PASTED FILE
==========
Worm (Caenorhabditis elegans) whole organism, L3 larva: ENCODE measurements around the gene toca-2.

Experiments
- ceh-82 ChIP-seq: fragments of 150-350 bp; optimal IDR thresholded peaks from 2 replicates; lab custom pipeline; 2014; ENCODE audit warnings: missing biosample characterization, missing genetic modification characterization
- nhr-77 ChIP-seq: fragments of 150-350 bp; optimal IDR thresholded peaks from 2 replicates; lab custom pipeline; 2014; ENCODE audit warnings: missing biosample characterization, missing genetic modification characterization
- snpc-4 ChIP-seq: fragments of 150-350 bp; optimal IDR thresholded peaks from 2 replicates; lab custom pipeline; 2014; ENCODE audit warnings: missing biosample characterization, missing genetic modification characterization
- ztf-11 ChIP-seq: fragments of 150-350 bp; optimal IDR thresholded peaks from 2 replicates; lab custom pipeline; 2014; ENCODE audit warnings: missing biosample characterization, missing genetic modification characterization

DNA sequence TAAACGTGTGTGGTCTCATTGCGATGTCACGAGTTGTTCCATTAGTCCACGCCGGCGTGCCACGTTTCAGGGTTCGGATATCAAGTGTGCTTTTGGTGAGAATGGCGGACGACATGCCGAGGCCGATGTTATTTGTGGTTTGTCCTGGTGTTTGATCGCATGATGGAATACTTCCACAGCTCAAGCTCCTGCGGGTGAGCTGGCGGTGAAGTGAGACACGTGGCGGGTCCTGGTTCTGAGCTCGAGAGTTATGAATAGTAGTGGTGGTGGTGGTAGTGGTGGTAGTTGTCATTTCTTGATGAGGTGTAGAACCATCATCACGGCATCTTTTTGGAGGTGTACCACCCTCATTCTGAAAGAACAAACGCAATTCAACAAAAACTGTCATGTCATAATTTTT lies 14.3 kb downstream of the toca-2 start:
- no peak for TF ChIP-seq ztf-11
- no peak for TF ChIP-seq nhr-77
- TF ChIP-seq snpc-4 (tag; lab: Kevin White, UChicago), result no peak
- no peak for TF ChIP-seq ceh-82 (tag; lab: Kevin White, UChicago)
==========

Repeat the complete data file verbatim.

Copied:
Worm (Caenorhabditis elegans) whole organism, L3 larva: ENCODE measurements around the gene toca-2.

Experiments
- ceh-82 ChIP-seq: fragments of 150-350 bp; optimal IDR thresholded peaks from 2 replicates; lab custom pipeline; 2014; ENCODE audit warnings: missing biosample characterization, missing genetic modification characterization
- nhr-77 ChIP-seq: fragments of 150-350 bp; optimal IDR thresholded peaks from 2 replicates; lab custom pipeline; 2014; ENCODE audit warnings: missing biosample characterization, missing genetic modification characterization
- snpc-4 ChIP-seq: fragments of 150-350 bp; optimal IDR thresholded peaks from 2 replicates; lab custom pipeline; 2014; ENCODE audit warnings: missing biosample characterization, missing genetic modification characterization
- ztf-11 ChIP-seq: fragments of 150-350 bp; optimal IDR thresholded peaks from 2 replicates; lab custom pipeline; 2014; ENCODE audit warnings: missing biosample characterization, missing genetic modification characterization

DNA sequence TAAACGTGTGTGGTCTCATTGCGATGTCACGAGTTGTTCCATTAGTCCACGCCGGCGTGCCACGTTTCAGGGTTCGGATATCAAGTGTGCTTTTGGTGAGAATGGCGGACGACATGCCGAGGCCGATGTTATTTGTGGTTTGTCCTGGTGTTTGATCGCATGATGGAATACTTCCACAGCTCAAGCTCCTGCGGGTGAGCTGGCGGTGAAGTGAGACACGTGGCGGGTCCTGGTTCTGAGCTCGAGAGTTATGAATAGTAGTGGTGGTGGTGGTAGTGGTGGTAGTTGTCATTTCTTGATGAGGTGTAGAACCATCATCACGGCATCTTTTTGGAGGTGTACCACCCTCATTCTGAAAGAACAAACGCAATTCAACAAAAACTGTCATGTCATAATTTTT lies 14.3 kb downstream of the toca-2 start:
- no peak for TF ChIP-seq ztf-11
- no peak for TF ChIP-seq nhr-77
- TF ChIP-seq snpc-4 (tag; lab: Kevin White, UChicago), result no peak
- no peak for TF ChIP-seq ceh-82 (tag; lab: Kevin White, UChicago)